Oakland Soul bash Pleasanton RAGE 5-nil, Sam Tran lands club’s first hat trick

It was a one-sided win for Oakland Soul against Pleasanton RAGE, as expected, beating the visitors 5-nil in front of another Soul’d out crowd at Merritt College. The win improves Oakland’s record to 7-0-2 with three matches left in its regular season.

Soul went up 3-nil in quick succession with all three goals coming within the first 15 minutes, added one more before halftime, and finished with one second-half goal. However, coach Jessica Clinton still felt the performance left more to be desired.

“We wanted them to start aggressive and I thought we did. Our plan is to play fast and find a tempo where teams can’t keep up. I thought we did a good job through the first 20-25 minutes and then we started to kind of drop. We started the second-half okay and then we dropped. We need to solve the problems of how opponent’s defend us, whether it’s being high pressed or sitting in. My message to them was I’m happy for the result, but it was not good enough. This was the first time I’ve said that to them, I think there was more left on the field and we need to learn how to be relentless,” said Clinton.

The match featured forward Sam Tran putting away the team’s first hat trick in club history. It also marks the organization’s first three-goal performance since former Roots striker Jack McInerney against the Cal United Strikers in 2019.

“It feels great. I’ve been fiending for another goal or two, so to get three on one day–I can’t complain,” said Tran with a beaming smile.

Tran scored her first in the fourth minute following a slick move by Miranda Nild in the box, where the former Thailand striker took a shot that deflected off of the keeper and rolled towards net before Tran cleaned it up. Sam then scored again in the seventh minute before Nild scored one of her own in the 13th.

“I felt a little bad because of Miranda’s shot on the first goal. I was like, ‘It might be going in? But also, I want to leave no doubt.’ I just tapped it in, I was glad Miranda got her goal,” said Tran of her first goal.

The rout was on at that point with Oakland taking a 4-0 lead in the 38th minute when Nayeli Diaz received a perfect cross by Jaida Nyby to slot home a shot just a few feet in front of the net.

Oakland opened the second half with Sarah Mirr taking a shot on target in the 50th minute that rebounded back into the play before eventually cycling to Jordan Geis, leading a shot that sailed over the net. Ceci Gee later had a shot on target in the 65th.

Tran’s hat trick came in the 67th. Clare Robke fed a perfect through-ball to Sam in the buildup, whose initial shot attempt clanged off of the left post and back to her in the box.

“I knew it was going hit off the post and I saw it, so I thought, ‘Not a problem.’ I was ready for it. I dropped into the midfield, so I was kind of getting my bearings. I saw Clare, our right back, make a great run up the middle and I looked for that little slip-pass, we were on the same wavelength. She dinked it to me, I hit it and saw it go into the post and the angle looked like it was going to come straight back to me, so I just beat everyone to it,” said Tran.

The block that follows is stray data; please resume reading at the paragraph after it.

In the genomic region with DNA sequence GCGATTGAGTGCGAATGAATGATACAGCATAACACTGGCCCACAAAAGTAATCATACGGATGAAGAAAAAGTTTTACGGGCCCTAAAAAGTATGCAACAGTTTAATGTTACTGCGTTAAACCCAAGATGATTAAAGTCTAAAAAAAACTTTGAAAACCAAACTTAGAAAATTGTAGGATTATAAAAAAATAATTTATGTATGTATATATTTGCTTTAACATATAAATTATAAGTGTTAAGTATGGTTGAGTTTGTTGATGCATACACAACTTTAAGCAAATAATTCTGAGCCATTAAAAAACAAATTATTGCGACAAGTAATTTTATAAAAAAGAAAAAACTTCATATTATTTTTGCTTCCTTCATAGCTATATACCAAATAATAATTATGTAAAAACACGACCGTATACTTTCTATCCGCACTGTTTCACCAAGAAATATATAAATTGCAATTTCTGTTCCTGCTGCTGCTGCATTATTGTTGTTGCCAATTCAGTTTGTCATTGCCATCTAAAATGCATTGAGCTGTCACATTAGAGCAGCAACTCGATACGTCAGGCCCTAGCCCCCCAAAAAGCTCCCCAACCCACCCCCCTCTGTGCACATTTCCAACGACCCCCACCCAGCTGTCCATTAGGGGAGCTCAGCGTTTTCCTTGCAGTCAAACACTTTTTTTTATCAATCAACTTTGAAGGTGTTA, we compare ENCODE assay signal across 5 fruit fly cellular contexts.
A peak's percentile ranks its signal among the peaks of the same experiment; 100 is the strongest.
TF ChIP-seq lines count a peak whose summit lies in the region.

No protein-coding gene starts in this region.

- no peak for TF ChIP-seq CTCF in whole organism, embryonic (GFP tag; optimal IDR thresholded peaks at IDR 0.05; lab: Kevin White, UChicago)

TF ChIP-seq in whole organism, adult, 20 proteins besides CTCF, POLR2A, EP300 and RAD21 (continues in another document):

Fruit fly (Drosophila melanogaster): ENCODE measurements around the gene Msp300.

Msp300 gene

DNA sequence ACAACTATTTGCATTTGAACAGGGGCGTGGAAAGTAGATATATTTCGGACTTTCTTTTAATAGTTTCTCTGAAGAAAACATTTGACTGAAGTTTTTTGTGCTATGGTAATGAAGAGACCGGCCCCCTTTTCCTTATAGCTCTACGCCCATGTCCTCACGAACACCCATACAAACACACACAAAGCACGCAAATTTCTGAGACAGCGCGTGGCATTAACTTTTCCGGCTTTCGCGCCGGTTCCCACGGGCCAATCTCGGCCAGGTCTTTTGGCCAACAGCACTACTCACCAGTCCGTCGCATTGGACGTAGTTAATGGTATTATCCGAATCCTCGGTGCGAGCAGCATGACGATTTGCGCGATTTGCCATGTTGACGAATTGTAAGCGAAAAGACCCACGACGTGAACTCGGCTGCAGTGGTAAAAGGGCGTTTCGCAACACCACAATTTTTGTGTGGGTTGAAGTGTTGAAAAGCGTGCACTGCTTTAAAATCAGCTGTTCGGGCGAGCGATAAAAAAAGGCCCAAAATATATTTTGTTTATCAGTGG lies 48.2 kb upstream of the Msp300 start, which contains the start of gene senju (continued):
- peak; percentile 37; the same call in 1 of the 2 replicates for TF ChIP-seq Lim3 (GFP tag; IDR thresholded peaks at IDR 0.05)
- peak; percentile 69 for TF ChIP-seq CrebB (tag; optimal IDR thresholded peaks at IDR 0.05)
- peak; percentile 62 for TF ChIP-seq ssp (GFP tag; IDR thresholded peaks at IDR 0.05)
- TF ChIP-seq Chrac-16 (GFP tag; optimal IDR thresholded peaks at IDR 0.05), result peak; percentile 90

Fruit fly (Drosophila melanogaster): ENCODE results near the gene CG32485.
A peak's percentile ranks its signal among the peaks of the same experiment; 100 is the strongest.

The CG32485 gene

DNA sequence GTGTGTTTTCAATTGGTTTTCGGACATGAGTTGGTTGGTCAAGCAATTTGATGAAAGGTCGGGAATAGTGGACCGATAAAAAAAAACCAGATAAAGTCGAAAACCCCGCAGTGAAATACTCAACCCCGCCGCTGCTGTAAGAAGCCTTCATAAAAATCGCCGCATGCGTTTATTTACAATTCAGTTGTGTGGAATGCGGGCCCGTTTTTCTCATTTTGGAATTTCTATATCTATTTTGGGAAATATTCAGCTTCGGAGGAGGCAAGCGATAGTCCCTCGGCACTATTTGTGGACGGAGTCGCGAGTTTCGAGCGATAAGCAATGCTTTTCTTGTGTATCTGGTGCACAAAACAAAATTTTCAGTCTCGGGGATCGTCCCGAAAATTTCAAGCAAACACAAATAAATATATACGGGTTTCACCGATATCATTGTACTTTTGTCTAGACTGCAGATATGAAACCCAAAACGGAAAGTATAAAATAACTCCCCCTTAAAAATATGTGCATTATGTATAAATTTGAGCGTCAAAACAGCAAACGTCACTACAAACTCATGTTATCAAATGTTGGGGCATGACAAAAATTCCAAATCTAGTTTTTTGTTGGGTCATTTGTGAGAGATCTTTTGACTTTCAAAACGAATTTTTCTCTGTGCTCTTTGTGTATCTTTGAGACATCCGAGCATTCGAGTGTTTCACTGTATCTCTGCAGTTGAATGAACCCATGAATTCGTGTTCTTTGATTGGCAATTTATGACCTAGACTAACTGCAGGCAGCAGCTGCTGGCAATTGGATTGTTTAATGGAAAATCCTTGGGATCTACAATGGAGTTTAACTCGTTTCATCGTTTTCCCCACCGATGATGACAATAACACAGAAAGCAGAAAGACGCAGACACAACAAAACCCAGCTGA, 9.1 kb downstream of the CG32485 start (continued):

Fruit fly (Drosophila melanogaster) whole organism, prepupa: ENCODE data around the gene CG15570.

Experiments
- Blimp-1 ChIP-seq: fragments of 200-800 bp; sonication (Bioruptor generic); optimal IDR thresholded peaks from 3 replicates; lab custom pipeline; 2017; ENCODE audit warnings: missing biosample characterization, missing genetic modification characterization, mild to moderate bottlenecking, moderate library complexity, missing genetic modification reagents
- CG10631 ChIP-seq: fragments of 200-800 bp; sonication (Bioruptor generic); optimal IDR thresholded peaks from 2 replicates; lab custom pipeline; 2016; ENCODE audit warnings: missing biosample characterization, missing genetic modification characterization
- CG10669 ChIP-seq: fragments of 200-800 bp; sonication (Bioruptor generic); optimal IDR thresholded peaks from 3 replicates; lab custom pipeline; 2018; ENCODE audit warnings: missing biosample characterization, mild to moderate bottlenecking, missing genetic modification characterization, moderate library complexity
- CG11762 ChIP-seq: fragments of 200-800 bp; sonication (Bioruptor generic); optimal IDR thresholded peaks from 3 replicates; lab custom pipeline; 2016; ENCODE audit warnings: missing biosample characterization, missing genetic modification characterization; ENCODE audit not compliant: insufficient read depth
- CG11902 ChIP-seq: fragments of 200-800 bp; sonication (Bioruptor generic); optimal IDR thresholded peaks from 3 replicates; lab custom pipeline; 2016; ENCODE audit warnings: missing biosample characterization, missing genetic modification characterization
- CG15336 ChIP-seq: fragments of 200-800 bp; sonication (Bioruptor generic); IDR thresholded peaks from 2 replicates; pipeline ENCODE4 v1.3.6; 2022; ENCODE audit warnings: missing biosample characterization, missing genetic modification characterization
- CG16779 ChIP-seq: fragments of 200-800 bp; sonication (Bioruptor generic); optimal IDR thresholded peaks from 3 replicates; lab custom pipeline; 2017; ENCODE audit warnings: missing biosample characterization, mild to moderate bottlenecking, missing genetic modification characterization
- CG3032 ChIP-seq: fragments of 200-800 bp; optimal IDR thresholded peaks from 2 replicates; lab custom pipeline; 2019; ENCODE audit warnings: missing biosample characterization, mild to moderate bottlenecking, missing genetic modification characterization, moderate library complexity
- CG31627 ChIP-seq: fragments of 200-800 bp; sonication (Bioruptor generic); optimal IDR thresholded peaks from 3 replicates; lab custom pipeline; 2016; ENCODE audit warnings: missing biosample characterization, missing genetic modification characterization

She wasn’t pressing for the third goal but overall wants the attack to be more productive.

“The hat trick was on the mind, but in general, we need to get more goals as a team, period. Me, Miranda, or anyone else on the field. We’re just gonna go for it,” explained Sam.

But Oakland couldn’t find the net again in the remaining time. Geis had a shot on target in the 71st, Lizzie Vranesh had attempts around the 80th and 86th minutes, while Kaytlin Brinkman hit the crossbar in the 88th.

Tran also thinks Soul may of left some goals on the field.

“The goal at halftime was to get four or five more. Obviously, we fell short on that second-half goal, but its in us. We just take it as a learning opportunity to keep pushing and put the pedal to the metal like coach Sergio [Valles] says. We know we have it in is, so can we just rise to the occasion, especially with the postseason coming into play,” said Tran.

With just three matches left in Soul’s regular season (Olympic Club, Marin Siren, and SF Glens), the race to the postseason is on. It’s now a critical time for Oakland to make sure they are peaking at the right time.

“We’re not stopping. We’re in a playoff position, I’ll tell them to take the foot off of the pedal when there are those moments. But I don’t want to stop,” said Clinton.

“We’ve got to keep going. We’ve got it in us to bring that greatness out of us and just go at teams. We know what we’re capable of and we know anyone who is on the field can contribute and is part of this group for a reason. We just all have to believe it, go at it, and finish these last games strong,” mentioned Tran.

Game Notes

Credit: Oakland Soul SC
  • Oly Town and United PDX tied on Sunday, what does that mean for Soul?

United PDX and Oly Town played to a 1-1 tie on Sunday in a battle for first-place in the Northwest Division–bringing its record to 4-2-1 and a Points Per Match average of 2.00. With three matches left in its season against weaker opponents, United PDX will likely finish 7-2-1 with 22 points and a 2.20 PPM average.